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They weren’t easy to spot at first: tiny green shoots with reddish roots, scarcely an inch high, poking out of the mud along the banks of a brackish stream near the Aegean town of Alaçatı. From these unpromising beginnings come a dish known to nearly every patron of a Turkish meyhane: nutrient-rich deniz börülcesi (samphire), typically served boiled and dressed with olive oil, lemon, and garlic.

The simple word ot, which translates to “herb” or “weed,” doesn’t do justice to the important – and delicious – role these wild greens play in the cuisine of Turkey’s Aegean region. Though most commonly served as zeytinyağlılar, dishes “with olive oil” like the classic deniz börülcesi salad, their versatility was on full display at the recent Alaçatı Ot Festivali, an annual celebration of all things leafy and green.

Stands set up at the entrance to town were piled high with homemade ot-themed eats, from ısırgan (nettle) bread to kekik (thyme) honey, zeytinyağlı radika (chicory with olive oil) to mallow-flower jam. Some dishes had a long history: Nurcan Hanım, a tour guide selling her wares as part of a local women’s cooperative, explained that her cağla badem arapsaçı bakla (green beans with green almond and wild fennel) is a 200-year-old recipe brought over from Crete along with the island residents relocated to Turkey during the population exchange of the 1920s. Others were new inventions, like a green-tinted nettle baklava that tasted disappointingly akin to the regular version of the popular sweet.

The simple word ot, which translates to “herb” or “weed,” doesn’t do justice to the important – and delicious – role these wild greens play in the cuisine of Turkey’s Aegean region.

More distinct was karabaş otu macunu, a sweet, nutty paste made from lavender flowers, sugar and sesame seeds and said to soothe headaches and impart energy. The brightly colored flowers grow wild in the hills around Alaçatı and are often used locally to make jam, Sebla İleri, the president of the Alaçatı Art and Culture Association, explained on a foraging tour held as part of the Ot Festivali.

“You can imagine how much karabaş otu you have to pick to make just one jar of jam,” İleri said. And therein lies the quandary for fans of Aegean otları: promotional events like the Ot Festivali, which packed the small town uncomfortably over an early April weekend, may be making the plants a little too popular.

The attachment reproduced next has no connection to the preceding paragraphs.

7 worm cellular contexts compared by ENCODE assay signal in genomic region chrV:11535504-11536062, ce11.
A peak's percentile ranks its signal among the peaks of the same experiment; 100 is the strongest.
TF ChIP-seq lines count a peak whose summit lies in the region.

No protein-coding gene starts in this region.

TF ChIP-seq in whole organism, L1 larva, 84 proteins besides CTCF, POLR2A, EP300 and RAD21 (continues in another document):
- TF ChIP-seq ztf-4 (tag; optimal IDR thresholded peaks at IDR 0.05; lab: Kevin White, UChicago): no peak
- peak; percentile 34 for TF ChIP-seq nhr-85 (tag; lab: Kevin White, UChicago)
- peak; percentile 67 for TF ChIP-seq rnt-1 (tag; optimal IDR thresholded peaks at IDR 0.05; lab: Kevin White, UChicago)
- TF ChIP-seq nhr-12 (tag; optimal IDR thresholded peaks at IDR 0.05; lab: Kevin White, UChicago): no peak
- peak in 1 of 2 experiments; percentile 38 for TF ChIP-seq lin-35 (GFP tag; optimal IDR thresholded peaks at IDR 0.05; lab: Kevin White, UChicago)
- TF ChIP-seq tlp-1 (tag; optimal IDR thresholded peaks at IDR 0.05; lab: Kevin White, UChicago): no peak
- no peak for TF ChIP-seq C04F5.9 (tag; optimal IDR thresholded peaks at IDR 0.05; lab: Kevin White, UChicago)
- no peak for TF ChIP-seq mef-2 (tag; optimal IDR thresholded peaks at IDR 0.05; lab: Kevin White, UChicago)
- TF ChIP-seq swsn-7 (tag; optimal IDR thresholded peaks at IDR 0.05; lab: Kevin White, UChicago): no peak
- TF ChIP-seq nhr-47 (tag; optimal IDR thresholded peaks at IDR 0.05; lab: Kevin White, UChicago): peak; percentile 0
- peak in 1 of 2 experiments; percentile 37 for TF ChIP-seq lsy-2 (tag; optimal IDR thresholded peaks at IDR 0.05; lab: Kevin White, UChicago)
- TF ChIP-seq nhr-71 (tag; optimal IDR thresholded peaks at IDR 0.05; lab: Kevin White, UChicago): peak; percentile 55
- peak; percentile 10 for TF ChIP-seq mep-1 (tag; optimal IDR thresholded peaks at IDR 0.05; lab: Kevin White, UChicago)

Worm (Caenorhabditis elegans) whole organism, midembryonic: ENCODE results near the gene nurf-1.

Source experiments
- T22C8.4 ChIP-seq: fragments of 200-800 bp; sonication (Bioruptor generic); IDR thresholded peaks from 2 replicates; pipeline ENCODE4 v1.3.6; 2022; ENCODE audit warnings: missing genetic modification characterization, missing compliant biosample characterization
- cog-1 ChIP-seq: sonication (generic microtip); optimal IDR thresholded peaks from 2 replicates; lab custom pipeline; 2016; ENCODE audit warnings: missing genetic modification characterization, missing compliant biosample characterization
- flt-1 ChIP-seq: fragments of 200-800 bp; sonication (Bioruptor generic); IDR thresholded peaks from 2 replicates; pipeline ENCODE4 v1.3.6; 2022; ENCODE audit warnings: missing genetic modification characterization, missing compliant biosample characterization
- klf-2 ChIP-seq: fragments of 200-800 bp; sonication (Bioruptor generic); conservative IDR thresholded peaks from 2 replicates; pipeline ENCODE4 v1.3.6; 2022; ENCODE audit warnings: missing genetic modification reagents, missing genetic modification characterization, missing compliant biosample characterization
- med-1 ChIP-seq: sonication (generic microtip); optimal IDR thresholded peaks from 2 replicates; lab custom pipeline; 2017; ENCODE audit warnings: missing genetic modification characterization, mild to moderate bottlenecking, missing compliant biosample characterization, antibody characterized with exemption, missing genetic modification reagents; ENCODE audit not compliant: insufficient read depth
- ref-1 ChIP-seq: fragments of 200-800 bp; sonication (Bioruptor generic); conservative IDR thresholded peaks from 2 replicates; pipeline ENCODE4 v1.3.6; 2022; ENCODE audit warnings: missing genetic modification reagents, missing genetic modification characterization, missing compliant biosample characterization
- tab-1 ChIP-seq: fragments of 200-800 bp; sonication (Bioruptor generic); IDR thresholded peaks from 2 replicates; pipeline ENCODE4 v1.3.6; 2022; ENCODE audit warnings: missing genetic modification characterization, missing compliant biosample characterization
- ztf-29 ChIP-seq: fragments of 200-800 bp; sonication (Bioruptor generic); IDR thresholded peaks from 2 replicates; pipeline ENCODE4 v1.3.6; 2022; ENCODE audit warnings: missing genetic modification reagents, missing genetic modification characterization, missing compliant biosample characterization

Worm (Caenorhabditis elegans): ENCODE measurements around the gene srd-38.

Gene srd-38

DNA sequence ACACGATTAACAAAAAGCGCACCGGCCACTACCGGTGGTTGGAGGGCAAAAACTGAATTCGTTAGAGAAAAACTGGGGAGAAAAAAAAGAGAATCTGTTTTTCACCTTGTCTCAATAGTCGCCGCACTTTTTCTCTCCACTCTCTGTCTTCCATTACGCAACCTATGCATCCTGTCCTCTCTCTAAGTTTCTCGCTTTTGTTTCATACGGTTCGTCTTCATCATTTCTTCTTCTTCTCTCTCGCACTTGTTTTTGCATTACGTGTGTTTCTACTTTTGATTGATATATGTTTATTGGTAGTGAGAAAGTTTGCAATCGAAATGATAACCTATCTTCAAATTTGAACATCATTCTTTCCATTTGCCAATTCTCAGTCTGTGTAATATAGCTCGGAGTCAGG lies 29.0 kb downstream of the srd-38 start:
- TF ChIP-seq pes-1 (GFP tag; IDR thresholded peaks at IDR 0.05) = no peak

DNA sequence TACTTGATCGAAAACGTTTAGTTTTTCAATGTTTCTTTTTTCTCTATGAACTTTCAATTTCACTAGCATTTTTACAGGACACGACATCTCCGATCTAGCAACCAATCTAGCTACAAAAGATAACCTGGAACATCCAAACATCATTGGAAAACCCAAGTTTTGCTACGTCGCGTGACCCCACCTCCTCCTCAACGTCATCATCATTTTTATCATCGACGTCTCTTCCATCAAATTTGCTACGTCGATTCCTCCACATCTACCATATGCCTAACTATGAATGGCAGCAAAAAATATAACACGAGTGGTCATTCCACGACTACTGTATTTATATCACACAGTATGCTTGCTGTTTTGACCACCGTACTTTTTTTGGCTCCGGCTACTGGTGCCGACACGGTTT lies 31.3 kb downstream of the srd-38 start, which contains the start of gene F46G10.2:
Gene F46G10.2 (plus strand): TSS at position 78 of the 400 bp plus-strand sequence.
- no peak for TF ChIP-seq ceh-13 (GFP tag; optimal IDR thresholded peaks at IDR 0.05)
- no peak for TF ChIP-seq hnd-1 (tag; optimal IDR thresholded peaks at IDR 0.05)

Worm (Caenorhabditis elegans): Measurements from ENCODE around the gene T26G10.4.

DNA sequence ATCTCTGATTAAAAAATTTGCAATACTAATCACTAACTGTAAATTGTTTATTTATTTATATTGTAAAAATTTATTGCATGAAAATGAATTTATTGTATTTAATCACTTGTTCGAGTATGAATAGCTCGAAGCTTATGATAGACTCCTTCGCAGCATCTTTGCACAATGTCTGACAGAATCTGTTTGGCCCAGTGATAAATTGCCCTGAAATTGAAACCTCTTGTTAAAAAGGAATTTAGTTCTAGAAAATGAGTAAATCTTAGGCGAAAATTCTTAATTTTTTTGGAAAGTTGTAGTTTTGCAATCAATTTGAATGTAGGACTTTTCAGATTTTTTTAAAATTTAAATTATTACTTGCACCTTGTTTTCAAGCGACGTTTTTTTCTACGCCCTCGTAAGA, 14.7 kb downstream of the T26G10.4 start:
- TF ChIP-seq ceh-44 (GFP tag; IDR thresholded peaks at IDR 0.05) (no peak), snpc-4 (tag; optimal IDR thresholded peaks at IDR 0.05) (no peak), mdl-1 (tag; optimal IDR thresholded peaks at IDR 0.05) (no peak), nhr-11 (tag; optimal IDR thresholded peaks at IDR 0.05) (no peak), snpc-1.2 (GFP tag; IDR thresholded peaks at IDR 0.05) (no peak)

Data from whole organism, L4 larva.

“Since we started promoting wild greens, people are gathering so many,” İleri said, pointing out the early spear-like shoots of yaban kuşkonmaz (wild asparagus) on the hillside. “They’re delicious fried in a pan with onions and put in an omelet, but though they were very common 10 or 20 years ago, they’re now hard to find.” Same goes for şevketibostan (milk thistle), which İleri says is now so popular among chefs and home cooks that “it goes for 20 TL [$7] per kilo at the market now; it’s like gold for the farmers who find it on their land.”

Radika, a common ingredient in the Aegean culinary canon, is also becoming overharvested, according to Ayşe Nur Mıhçı, chef-owner at the popular Alaçatı restaurant Asma Yaprağı. During a cooking workshop as part of the Ot Festivali, she demonstrated how to get the best out of the bitter green by sautéing it slowly with fresh onion and garlic, salt, black pepper, and a smattering of spicy red pepper. Mıhçı then served the cooked vegetable sandwiched between a slice of homemade bread and a pair of poached eggs, topped with garlicky village yogurt so thick it hangs from the spoon, cumin-infused butter and crunchy bits of fried radika. The chef wasn’t adding to the overharvesting problem, though: Asma Yaprağı’s radika comes from the restaurant’s own garden.

Teaching people how to cultivate wild greens is one way to make their use in cooking more sustainable. So is education about the plants. “People don’t know how what they see at the supermarket looks in nature, whether they’re eating the flowers, the leaves or the roots,” says İleri – and about proper harvesting practices.

Turkey boasts some 12,000 types of plants, 30 percent of them endemic species, but that biodiversity “is at risk if we don’t gather sustainably,” according to agricultural researcher Dr. Ayfer Tan. In a festival talk before the foraging outing, she explained how wild plants shouldn’t be harvested in large quantities, pulled up by their roots, or gathered before they have flowered – and thus been able to spread their seeds. “Sustainable harvesting means ensuring there will be enough plants to pick the next year too,” Tan said.

The Alaçatı municipality’s efforts to preserve the area’s ot culture include setting up a demonstration garden in town to show how wild greens can be cultivated, but not all of the neat rows of plants there appeared to be thriving. A visit to the garden one morning during the Ot Festival found no one around except for two women on a day trip from nearby İzmir, sitting in the shade of a gazebo and unpacking all the neat containers that held their picnic lunch: olives, cheese, sliced cucumbers, walnuts, figs, Pringles (“homemade!” they joked). Putting a conspiratorial finger to her lips, one of the women checked to make sure no one was coming before tiptoeing into the garden to pick sprigs of fresh thyme and wild fennel to pair with their cheese.

While snacking, they griped good-naturedly about the event they’d traveled to attend: “This is supposed to be an ot festival; where are all the greens?” But what of all the food in the marketplace – the exotic-seeming nettle börek, stewed radish greens and wild-fennel jam? “Oh, that’s just gida (food) – nothing we can’t make at home.”

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Published on April 27, 2016

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